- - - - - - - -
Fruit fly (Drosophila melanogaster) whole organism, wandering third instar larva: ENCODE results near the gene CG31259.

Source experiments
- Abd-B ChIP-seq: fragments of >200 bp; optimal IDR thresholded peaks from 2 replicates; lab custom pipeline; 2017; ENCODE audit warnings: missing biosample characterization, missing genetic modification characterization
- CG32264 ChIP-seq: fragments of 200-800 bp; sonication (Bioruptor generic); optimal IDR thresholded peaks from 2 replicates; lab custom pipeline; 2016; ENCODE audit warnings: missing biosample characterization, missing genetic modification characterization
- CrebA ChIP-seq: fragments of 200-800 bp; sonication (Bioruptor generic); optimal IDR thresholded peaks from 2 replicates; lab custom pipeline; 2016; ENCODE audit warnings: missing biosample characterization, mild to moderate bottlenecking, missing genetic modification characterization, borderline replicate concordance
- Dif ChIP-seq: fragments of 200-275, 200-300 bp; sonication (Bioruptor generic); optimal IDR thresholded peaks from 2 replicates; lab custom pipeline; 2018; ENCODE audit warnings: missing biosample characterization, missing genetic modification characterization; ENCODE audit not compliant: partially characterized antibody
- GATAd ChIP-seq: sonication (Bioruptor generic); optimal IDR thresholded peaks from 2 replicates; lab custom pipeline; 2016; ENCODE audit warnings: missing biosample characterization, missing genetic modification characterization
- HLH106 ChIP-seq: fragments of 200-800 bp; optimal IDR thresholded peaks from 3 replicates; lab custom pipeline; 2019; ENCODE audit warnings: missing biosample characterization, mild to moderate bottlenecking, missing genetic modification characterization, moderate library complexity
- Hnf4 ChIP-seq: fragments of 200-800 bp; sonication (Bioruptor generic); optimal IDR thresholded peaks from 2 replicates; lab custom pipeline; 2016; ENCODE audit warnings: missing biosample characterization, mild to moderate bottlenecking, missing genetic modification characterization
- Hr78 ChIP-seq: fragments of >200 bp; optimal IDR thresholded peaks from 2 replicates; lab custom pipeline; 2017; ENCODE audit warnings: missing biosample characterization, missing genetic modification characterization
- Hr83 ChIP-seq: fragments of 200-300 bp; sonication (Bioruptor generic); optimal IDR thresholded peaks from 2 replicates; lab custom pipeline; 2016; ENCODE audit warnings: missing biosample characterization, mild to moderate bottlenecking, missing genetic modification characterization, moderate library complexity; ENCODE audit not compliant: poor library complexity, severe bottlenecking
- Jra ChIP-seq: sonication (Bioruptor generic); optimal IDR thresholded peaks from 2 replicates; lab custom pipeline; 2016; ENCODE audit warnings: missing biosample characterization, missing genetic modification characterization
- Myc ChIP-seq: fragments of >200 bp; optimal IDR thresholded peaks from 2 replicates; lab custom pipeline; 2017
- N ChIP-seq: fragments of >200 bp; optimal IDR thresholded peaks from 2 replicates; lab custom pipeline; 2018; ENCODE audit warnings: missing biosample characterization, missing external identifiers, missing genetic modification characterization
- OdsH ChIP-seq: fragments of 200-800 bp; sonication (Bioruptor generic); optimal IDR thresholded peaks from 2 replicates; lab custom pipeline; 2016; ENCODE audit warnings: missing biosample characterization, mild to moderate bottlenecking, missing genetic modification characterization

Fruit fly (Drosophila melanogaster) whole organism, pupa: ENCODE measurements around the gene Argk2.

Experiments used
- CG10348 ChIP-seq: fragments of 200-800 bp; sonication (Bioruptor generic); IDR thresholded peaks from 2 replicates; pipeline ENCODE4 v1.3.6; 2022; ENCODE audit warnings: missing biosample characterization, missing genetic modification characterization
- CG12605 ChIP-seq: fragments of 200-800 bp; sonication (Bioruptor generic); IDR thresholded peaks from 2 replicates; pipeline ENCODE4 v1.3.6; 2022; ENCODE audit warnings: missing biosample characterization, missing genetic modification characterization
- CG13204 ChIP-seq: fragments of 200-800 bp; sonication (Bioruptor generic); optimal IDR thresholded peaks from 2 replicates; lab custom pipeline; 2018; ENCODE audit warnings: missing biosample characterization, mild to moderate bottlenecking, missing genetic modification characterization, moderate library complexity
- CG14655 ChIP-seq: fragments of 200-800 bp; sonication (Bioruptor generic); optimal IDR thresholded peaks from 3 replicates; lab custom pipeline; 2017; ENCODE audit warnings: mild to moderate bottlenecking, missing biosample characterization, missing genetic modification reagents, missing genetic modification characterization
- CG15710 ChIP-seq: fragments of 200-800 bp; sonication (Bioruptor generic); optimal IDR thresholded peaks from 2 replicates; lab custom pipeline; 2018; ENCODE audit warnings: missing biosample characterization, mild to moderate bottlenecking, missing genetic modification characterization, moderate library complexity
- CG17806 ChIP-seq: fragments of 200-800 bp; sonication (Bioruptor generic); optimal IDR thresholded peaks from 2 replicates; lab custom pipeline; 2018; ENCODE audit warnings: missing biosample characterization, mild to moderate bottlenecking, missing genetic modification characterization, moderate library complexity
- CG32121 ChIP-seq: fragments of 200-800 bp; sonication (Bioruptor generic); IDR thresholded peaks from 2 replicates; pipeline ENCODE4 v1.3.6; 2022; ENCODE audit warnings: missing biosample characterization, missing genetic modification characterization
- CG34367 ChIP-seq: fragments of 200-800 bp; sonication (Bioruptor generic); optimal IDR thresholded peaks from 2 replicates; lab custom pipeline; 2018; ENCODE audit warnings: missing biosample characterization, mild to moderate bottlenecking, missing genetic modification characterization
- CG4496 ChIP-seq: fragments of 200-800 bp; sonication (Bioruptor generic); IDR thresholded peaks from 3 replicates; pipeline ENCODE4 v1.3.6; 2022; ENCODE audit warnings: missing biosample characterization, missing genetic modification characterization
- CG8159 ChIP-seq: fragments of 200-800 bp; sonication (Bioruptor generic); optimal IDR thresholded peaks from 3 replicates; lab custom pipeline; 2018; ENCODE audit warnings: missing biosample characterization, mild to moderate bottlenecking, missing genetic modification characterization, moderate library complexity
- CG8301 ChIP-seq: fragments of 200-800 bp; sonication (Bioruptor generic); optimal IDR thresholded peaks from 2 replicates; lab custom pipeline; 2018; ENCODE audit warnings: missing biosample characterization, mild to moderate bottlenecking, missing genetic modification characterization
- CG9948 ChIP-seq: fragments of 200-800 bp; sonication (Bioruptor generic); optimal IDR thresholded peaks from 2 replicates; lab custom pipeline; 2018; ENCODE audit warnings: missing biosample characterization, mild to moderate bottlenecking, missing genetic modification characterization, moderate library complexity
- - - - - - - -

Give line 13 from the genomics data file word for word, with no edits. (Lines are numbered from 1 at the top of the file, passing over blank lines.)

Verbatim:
- Myc ChIP-seq: fragments of >200 bp; optimal IDR thresholded peaks from 2 replicates; lab custom pipeline; 2017